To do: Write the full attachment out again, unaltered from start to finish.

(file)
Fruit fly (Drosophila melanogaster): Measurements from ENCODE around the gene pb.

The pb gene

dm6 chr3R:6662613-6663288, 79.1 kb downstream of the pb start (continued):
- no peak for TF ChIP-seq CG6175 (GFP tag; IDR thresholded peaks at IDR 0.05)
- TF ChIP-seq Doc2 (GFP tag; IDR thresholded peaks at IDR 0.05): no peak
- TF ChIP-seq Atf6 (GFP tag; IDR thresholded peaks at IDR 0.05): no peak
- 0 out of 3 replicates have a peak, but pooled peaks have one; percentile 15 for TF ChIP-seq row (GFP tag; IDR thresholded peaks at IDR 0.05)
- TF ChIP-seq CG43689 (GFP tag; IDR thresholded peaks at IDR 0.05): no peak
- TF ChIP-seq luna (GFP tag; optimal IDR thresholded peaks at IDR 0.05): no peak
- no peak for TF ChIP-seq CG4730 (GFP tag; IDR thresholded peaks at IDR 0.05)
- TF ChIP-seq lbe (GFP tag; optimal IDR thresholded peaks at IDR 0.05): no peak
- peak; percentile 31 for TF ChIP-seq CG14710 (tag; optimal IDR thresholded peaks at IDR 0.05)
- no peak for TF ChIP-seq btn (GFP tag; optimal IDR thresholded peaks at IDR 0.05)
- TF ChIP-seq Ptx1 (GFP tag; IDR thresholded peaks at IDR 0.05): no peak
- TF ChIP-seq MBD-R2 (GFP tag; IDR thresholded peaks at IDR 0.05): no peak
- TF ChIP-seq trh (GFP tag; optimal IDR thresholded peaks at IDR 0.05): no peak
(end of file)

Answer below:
Fruit fly (Drosophila melanogaster): Measurements from ENCODE around the gene pb.

The pb gene

dm6 chr3R:6662613-6663288, 79.1 kb downstream of the pb start (continued):
- no peak for TF ChIP-seq CG6175 (GFP tag; IDR thresholded peaks at IDR 0.05)
- TF ChIP-seq Doc2 (GFP tag; IDR thresholded peaks at IDR 0.05): no peak
- TF ChIP-seq Atf6 (GFP tag; IDR thresholded peaks at IDR 0.05): no peak
- 0 out of 3 replicates have a peak, but pooled peaks have one; percentile 15 for TF ChIP-seq row (GFP tag; IDR thresholded peaks at IDR 0.05)
- TF ChIP-seq CG43689 (GFP tag; IDR thresholded peaks at IDR 0.05): no peak
- TF ChIP-seq luna (GFP tag; optimal IDR thresholded peaks at IDR 0.05): no peak
- no peak for TF ChIP-seq CG4730 (GFP tag; IDR thresholded peaks at IDR 0.05)
- TF ChIP-seq lbe (GFP tag; optimal IDR thresholded peaks at IDR 0.05): no peak
- peak; percentile 31 for TF ChIP-seq CG14710 (tag; optimal IDR thresholded peaks at IDR 0.05)
- no peak for TF ChIP-seq btn (GFP tag; optimal IDR thresholded peaks at IDR 0.05)
- TF ChIP-seq Ptx1 (GFP tag; IDR thresholded peaks at IDR 0.05): no peak
- TF ChIP-seq MBD-R2 (GFP tag; IDR thresholded peaks at IDR 0.05): no peak
- TF ChIP-seq trh (GFP tag; optimal IDR thresholded peaks at IDR 0.05): no peak